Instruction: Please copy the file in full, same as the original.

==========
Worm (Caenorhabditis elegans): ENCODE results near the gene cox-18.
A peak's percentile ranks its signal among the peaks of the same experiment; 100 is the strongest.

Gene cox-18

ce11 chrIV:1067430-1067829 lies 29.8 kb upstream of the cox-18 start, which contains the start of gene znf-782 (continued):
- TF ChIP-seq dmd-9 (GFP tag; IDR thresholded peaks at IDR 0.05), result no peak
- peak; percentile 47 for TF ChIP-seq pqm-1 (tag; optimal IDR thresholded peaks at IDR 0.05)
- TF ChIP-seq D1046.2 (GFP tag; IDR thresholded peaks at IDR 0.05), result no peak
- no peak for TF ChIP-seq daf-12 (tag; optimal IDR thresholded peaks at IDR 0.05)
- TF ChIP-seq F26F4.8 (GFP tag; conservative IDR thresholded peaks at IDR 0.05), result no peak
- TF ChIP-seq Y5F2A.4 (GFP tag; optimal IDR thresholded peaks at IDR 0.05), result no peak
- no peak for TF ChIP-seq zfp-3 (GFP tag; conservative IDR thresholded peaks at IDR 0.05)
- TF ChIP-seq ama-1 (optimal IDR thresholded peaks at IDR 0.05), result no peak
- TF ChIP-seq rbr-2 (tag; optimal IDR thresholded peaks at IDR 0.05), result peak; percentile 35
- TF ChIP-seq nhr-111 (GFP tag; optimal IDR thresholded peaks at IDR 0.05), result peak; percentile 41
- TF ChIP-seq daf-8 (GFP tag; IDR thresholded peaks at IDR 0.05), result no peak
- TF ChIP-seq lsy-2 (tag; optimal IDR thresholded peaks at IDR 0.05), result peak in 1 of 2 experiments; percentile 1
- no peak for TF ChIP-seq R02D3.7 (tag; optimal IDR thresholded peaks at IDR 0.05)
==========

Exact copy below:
Worm (Caenorhabditis elegans): ENCODE results near the gene cox-18.
A peak's percentile ranks its signal among the peaks of the same experiment; 100 is the strongest.

Gene cox-18

ce11 chrIV:1067430-1067829 lies 29.8 kb upstream of the cox-18 start, which contains the start of gene znf-782 (continued):
- TF ChIP-seq dmd-9 (GFP tag; IDR thresholded peaks at IDR 0.05), result no peak
- peak; percentile 47 for TF ChIP-seq pqm-1 (tag; optimal IDR thresholded peaks at IDR 0.05)
- TF ChIP-seq D1046.2 (GFP tag; IDR thresholded peaks at IDR 0.05), result no peak
- no peak for TF ChIP-seq daf-12 (tag; optimal IDR thresholded peaks at IDR 0.05)
- TF ChIP-seq F26F4.8 (GFP tag; conservative IDR thresholded peaks at IDR 0.05), result no peak
- TF ChIP-seq Y5F2A.4 (GFP tag; optimal IDR thresholded peaks at IDR 0.05), result no peak
- no peak for TF ChIP-seq zfp-3 (GFP tag; conservative IDR thresholded peaks at IDR 0.05)
- TF ChIP-seq ama-1 (optimal IDR thresholded peaks at IDR 0.05), result no peak
- TF ChIP-seq rbr-2 (tag; optimal IDR thresholded peaks at IDR 0.05), result peak; percentile 35
- TF ChIP-seq nhr-111 (GFP tag; optimal IDR thresholded peaks at IDR 0.05), result peak; percentile 41
- TF ChIP-seq daf-8 (GFP tag; IDR thresholded peaks at IDR 0.05), result no peak
- TF ChIP-seq lsy-2 (tag; optimal IDR thresholded peaks at IDR 0.05), result peak in 1 of 2 experiments; percentile 1
- no peak for TF ChIP-seq R02D3.7 (tag; optimal IDR thresholded peaks at IDR 0.05)